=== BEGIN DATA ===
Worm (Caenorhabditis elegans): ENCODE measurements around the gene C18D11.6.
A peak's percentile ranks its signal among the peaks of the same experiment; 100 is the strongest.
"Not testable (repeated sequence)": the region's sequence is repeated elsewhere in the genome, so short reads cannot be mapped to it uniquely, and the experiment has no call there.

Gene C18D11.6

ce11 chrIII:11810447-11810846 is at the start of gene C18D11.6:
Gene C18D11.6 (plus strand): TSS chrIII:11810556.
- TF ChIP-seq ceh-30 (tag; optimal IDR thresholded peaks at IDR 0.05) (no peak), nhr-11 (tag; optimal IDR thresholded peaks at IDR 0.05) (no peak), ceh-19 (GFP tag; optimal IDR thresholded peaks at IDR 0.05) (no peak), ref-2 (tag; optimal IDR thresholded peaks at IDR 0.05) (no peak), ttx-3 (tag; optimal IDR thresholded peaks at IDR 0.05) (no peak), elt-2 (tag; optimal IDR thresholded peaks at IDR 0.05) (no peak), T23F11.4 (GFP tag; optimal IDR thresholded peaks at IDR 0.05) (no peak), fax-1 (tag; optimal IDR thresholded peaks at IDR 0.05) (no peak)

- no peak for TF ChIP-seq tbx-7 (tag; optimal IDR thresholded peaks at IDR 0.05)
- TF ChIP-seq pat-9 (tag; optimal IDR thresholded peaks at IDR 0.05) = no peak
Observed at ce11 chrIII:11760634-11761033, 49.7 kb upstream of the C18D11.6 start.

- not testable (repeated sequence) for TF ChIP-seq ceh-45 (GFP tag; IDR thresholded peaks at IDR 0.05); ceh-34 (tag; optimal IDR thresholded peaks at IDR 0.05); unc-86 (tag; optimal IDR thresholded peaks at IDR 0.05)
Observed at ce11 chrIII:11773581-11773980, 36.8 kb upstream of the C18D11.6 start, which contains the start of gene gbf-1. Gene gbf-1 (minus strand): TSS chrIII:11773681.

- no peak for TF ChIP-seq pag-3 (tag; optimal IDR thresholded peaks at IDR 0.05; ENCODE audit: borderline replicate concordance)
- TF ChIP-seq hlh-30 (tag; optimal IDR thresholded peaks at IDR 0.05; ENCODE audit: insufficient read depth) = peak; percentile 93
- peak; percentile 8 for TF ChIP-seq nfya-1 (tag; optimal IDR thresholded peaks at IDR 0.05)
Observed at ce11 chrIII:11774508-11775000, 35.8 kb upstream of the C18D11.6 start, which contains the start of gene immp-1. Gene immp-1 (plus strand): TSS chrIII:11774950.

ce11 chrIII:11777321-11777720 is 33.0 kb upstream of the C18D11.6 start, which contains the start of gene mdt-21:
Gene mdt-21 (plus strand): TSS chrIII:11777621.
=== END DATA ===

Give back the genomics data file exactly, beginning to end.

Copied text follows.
Worm (Caenorhabditis elegans): ENCODE measurements around the gene C18D11.6.
A peak's percentile ranks its signal among the peaks of the same experiment; 100 is the strongest.
"Not testable (repeated sequence)": the region's sequence is repeated elsewhere in the genome, so short reads cannot be mapped to it uniquely, and the experiment has no call there.

Gene C18D11.6

ce11 chrIII:11810447-11810846 is at the start of gene C18D11.6:
Gene C18D11.6 (plus strand): TSS chrIII:11810556.
- TF ChIP-seq ceh-30 (tag; optimal IDR thresholded peaks at IDR 0.05) (no peak), nhr-11 (tag; optimal IDR thresholded peaks at IDR 0.05) (no peak), ceh-19 (GFP tag; optimal IDR thresholded peaks at IDR 0.05) (no peak), ref-2 (tag; optimal IDR thresholded peaks at IDR 0.05) (no peak), ttx-3 (tag; optimal IDR thresholded peaks at IDR 0.05) (no peak), elt-2 (tag; optimal IDR thresholded peaks at IDR 0.05) (no peak), T23F11.4 (GFP tag; optimal IDR thresholded peaks at IDR 0.05) (no peak), fax-1 (tag; optimal IDR thresholded peaks at IDR 0.05) (no peak)

- no peak for TF ChIP-seq tbx-7 (tag; optimal IDR thresholded peaks at IDR 0.05)
- TF ChIP-seq pat-9 (tag; optimal IDR thresholded peaks at IDR 0.05) = no peak
Observed at ce11 chrIII:11760634-11761033, 49.7 kb upstream of the C18D11.6 start.

- not testable (repeated sequence) for TF ChIP-seq ceh-45 (GFP tag; IDR thresholded peaks at IDR 0.05); ceh-34 (tag; optimal IDR thresholded peaks at IDR 0.05); unc-86 (tag; optimal IDR thresholded peaks at IDR 0.05)
Observed at ce11 chrIII:11773581-11773980, 36.8 kb upstream of the C18D11.6 start, which contains the start of gene gbf-1. Gene gbf-1 (minus strand): TSS chrIII:11773681.

- no peak for TF ChIP-seq pag-3 (tag; optimal IDR thresholded peaks at IDR 0.05; ENCODE audit: borderline replicate concordance)
- TF ChIP-seq hlh-30 (tag; optimal IDR thresholded peaks at IDR 0.05; ENCODE audit: insufficient read depth) = peak; percentile 93
- peak; percentile 8 for TF ChIP-seq nfya-1 (tag; optimal IDR thresholded peaks at IDR 0.05)
Observed at ce11 chrIII:11774508-11775000, 35.8 kb upstream of the C18D11.6 start, which contains the start of gene immp-1. Gene immp-1 (plus strand): TSS chrIII:11774950.

ce11 chrIII:11777321-11777720 is 33.0 kb upstream of the C18D11.6 start, which contains the start of gene mdt-21:
Gene mdt-21 (plus strand): TSS chrIII:11777621.